Monday, March 20, 2017

Innovation in the village

by Titus Obbo, UVP Program Manager

"Necessity is the mother of invention."

Tippy taps are locally-constructed hand washing stations that makes it easier for people living in the village to wash their hands in a place without running water. Re-purposed plastic jugs are hung next to a latrine or living space, and a piece of wood is used as a foot pedal to tilt the bucket and drip water onto your hands. It's a great invention -- but it also runs out of water quickly when used in a public space.

Anna next to her large-scale hand washing stationAnna has been an intern two times with UVP, but she's also an entrepreneur and innovator. While working with rural communities in Iganga to promote hand washing best practices, Anna decided to think about how to improve hand washing facilities in order to support public places that have no running water. She innovated a modern tippy tap that can serve hundreds of people per day, perfect for a busy primary school or other public location.

The new design has a larger-capacity tank that refills the smaller tippy tap with water. One of the biggest issues with tippy taps is the need to regularly refill the jug, so this reduces the number of times it needs to be refilled and keeps it full longer.

Tippy taps help to prevent recontamination after washing hands since a pupil doesn't need to touch it. The students step on the paddle connected to the bucket to enable it tip over and allow water to flow. My dream is to scale up this project to all primary and secondary schools in all the healthy villages where UVP has worked in before and the future healthy villages. Coupled by my interest in sharing knowledge with others, part of my plan is to identify local fabricators and train them to begin producing and supply the local markets around Iganga and the neighboring districts.

Right now we're continuing to focus on household tippy taps, but we're pleased that interns like Anna help us innovate and dream of big plans for the future.

Friday, March 3, 2017

Building on success of HIV program

By Kelly Child, UVP Managing Director

For the first time in months, I see faces I haven't seen. Elizabeth, the nurse in charge, and her barely-walking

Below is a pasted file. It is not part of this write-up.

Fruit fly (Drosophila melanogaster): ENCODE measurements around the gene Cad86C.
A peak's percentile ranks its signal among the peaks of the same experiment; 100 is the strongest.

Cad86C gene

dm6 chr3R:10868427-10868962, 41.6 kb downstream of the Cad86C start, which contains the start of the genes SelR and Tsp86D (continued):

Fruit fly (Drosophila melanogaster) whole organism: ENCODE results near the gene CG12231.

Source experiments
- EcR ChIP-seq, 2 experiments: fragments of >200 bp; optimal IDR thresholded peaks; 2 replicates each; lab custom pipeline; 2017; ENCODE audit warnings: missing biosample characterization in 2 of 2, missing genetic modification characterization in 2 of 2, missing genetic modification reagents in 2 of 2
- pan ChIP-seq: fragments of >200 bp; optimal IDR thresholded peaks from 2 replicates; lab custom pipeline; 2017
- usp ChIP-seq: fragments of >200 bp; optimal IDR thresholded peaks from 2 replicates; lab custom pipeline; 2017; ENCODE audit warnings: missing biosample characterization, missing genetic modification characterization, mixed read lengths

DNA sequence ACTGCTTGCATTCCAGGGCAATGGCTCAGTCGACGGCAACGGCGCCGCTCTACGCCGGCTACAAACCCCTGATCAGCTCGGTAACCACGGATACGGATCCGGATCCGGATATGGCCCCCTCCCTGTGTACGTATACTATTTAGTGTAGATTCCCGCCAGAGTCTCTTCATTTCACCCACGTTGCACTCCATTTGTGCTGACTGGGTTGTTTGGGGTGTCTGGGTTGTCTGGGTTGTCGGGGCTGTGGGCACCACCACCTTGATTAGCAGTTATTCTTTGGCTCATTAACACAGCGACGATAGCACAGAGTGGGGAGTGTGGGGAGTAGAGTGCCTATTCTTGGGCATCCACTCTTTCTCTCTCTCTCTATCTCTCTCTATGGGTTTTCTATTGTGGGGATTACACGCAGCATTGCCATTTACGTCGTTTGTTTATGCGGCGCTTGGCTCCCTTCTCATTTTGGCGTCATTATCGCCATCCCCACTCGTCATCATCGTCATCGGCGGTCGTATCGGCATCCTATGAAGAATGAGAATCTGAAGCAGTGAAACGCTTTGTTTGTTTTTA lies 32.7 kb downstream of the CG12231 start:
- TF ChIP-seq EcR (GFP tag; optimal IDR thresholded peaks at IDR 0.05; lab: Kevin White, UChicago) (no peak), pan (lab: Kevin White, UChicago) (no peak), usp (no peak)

daughter; Busoga Christopher, a vibrant Village Health Team (VHT) member who offers me lunch upon my arrival; the ever-smiling, HIV positive actor from the drama group gives me a boisterous hug when she sees me. Though I haven't been here for months, I'm welcomed like I'm family.

As the Managing Director, I don't go to the field often; my role at UVP is mostly based in the office. But the warm reception received in the village makes it seem like I'm here all the time.

Following the thorough review of programs we conducted last year, the first quarter of 2017 has been one of implementation and evaluation; a time to see if our ideas for improvement are working or if they need to be reconsidered. Today in Mwedanfuko, it feels like success. We've been engaging our VHTs differently over the past three months, and you can feel their dedication in the smooth-running event, along with the pride in their smiles. Their success is tangible with the multitude of people that arrive before noon (a rarity, as most people are working in their field, especially at the beginning of rainy season).  Due to the increase in early attendance, we were able to serve 61 more people than during the last outreach.

Titus, our passionate HIV and Malaria Program Coordinator, escorts me through the various points of data entry at the event. We've revised the data collection forms to more accurately capture our efforts and, despite a few misunderstandings, have been implemented successfully. Today's event provided HIV testing to 190 people, malaria testing and treatment to 100 people, and, thanks to our new partnership with Musana Community Health Center, we were able to provide reproductive services including contraceptive distribution and cervical cancer screening to the community of Mwendanfuko.

At UVP, we gauge success by witnessing a community assigning more importance to their health with the passing months. By those standards, today was a success!